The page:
The Cole family in America

  The following are excerpts from "The Descendants Of James Cole Of Plymouth, 1633" by
               Ernest Byron Cole (The Grafton Press, 1908) :

"The earliest information obtained of James Cole, whose name stands at the head of the family in America, dates from 1616, when he was living at Highgate, a suburb of London, England. He is spoken of as a great lover of flowers, and it is probaly due to this fact that he became acquainted with and married Mary Lobel, a daughter of the noted botanist and physician, Mathieu Lobel.
James Cole and Mary Lobel were married in 1624. Their first children, James and Hugh, were probably born in London. They came to Saco, Maine, in 1632, and the following year, 1633, located in Plymouth, Mass., where he was admitted as freeman the same year. He was known as a sailor. His name appears upon the tax list of Plymouth in 1634; Jan. 2, 1636, he had a grant of ten acres of land; Jan. 2, 1637, the court deeded him seven acres of land to belong to his dwelling house. Three acres of land probably included all the land on the south side of Leydon Street, from the vorner of Warren Street to the westerly line of the lot opposite the Universalist Church. His dwelling stood on the lot next below the Baptist Church. He was the first settler of and lived upon what is still known as 'Cole's Hill,' the first burial ground of the Pilgrims. This land probably included the ground upon which rests Plymouth Rock.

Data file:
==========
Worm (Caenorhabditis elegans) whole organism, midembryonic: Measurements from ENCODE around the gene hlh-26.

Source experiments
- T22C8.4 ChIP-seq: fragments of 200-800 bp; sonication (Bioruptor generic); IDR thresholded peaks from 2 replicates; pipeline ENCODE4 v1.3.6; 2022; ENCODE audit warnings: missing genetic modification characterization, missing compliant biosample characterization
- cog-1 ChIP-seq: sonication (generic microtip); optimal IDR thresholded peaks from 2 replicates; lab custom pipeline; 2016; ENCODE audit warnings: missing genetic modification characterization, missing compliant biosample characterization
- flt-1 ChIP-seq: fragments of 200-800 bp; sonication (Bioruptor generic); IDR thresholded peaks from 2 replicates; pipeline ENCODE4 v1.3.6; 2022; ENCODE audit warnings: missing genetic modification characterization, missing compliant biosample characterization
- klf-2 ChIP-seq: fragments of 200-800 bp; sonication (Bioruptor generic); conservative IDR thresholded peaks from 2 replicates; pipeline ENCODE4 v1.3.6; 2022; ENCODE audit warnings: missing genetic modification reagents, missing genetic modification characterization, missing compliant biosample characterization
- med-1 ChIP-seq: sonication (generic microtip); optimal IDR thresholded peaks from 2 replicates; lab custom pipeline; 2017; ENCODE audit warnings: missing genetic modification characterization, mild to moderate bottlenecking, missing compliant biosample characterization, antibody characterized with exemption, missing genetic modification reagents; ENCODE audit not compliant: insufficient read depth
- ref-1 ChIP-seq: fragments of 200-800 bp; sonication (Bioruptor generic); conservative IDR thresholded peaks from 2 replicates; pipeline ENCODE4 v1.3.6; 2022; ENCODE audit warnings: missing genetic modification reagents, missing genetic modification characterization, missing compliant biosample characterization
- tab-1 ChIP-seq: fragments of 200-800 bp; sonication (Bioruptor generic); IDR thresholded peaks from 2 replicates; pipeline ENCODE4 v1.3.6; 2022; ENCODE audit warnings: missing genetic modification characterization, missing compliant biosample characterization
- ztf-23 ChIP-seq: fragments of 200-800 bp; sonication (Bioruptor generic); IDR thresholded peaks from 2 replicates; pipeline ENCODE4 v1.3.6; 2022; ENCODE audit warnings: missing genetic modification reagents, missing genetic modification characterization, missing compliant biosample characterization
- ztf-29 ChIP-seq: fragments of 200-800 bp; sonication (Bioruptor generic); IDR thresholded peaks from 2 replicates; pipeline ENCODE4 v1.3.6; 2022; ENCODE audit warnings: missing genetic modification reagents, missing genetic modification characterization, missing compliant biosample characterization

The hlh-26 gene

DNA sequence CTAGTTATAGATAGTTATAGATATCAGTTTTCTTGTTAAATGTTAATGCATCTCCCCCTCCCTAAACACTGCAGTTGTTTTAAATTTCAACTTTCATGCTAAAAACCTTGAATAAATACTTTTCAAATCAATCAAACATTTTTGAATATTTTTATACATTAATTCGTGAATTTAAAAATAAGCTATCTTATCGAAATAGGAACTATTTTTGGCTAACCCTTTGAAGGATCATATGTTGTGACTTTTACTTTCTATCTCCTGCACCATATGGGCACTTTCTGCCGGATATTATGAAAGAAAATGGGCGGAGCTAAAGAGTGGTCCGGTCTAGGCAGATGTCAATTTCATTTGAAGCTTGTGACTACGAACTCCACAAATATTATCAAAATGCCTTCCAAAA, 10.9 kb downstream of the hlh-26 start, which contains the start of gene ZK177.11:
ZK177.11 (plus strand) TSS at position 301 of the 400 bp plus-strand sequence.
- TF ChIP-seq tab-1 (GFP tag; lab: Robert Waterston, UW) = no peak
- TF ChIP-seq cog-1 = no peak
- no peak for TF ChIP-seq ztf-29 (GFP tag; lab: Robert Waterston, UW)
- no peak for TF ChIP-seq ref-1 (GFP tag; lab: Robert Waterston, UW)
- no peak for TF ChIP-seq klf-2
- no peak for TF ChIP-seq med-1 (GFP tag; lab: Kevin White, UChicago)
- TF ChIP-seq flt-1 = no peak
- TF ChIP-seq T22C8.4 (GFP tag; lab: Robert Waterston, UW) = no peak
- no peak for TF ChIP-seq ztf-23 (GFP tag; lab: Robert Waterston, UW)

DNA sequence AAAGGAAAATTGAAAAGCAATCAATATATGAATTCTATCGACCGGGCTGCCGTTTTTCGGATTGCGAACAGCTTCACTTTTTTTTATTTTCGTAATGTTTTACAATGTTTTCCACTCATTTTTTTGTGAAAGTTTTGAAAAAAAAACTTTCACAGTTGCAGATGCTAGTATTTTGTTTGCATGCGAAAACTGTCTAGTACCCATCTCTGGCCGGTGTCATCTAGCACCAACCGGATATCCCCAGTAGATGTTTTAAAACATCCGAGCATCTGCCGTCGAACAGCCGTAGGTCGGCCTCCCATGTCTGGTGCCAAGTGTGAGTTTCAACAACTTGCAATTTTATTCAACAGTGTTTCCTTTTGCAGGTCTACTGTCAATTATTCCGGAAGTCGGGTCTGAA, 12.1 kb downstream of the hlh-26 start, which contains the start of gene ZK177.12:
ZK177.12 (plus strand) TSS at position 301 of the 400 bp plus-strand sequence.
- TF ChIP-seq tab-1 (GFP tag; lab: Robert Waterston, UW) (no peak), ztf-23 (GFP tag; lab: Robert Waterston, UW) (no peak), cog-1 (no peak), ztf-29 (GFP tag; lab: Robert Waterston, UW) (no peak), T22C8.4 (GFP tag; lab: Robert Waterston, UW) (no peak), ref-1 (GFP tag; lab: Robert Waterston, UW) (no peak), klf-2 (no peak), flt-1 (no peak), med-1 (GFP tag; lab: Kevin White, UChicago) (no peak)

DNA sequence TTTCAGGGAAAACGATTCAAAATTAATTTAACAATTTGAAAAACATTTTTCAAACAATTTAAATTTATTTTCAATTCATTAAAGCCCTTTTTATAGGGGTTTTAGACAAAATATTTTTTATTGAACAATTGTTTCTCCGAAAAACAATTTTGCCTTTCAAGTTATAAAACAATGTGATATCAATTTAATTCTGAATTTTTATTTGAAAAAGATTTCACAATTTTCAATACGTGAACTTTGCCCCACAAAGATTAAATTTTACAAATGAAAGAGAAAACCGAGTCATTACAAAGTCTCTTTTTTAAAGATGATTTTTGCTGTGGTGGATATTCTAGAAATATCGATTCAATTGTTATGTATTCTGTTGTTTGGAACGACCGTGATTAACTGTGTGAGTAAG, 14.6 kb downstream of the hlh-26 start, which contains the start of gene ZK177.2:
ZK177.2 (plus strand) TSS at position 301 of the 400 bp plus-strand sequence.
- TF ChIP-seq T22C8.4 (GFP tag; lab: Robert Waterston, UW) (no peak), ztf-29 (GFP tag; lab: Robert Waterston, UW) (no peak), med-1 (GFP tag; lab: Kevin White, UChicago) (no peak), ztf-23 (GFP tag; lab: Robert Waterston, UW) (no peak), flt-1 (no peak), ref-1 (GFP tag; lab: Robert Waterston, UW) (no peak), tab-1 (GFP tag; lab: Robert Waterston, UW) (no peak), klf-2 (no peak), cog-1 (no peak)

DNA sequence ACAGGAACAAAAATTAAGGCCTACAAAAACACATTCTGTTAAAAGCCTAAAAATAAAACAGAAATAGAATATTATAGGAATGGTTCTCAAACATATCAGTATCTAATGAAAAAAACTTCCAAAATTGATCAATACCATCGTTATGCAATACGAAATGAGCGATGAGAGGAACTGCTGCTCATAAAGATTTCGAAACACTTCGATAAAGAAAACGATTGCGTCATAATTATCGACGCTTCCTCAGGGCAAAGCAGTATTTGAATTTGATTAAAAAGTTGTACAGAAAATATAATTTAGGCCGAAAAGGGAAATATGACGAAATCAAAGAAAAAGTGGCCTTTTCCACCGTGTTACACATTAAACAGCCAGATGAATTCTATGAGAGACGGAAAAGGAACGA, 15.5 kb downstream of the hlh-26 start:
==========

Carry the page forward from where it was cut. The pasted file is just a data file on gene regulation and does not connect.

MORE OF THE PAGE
Soon after his arrival at Plymouth he opened the first inn or public house of Plymouth, and one of if not the first, public house in New England. This house was kept as a public house by him and his son James until 1698."

 James Cole, the jolly innkeeper

The following is an excerpt from "Saints and Strangers - Being the Lives of the Pilgrim Fathers & Their Friends, with Their Friends & Foes"von George F. Willson (Parnassus, 1945):

"James Cole soon opened an ordinary on Cole's Hill, just above Plymouth Rock, later removing his casks and bottles to more ample quarters in Winslow's house, formerly Brewster's, conveniently situated in the very center of town, at the corner of the Street and the Highway. At the same time, one of the Fortune group, Francis Sprague, said to have been of 'ardent temperament,' obtained leave 'to keepe a victualling on the Duxburrow side,' having his license suspended for a time the next year for 'drinking overmuch' and tolerating too much jollity. His son John was a spark off the old flint, it appears, and spent hours in the stocks for 'highly misdemeaning himself in the house of James Cole of Plymouth, near unto or on the evening before the Sabbath Day, in drinking, gameing, and uncivill revelling, to the dishonor of God and the offense of this govment, by his gameing and bringing of his mare uncivilly into the parlour of James Cole aforesaid.'"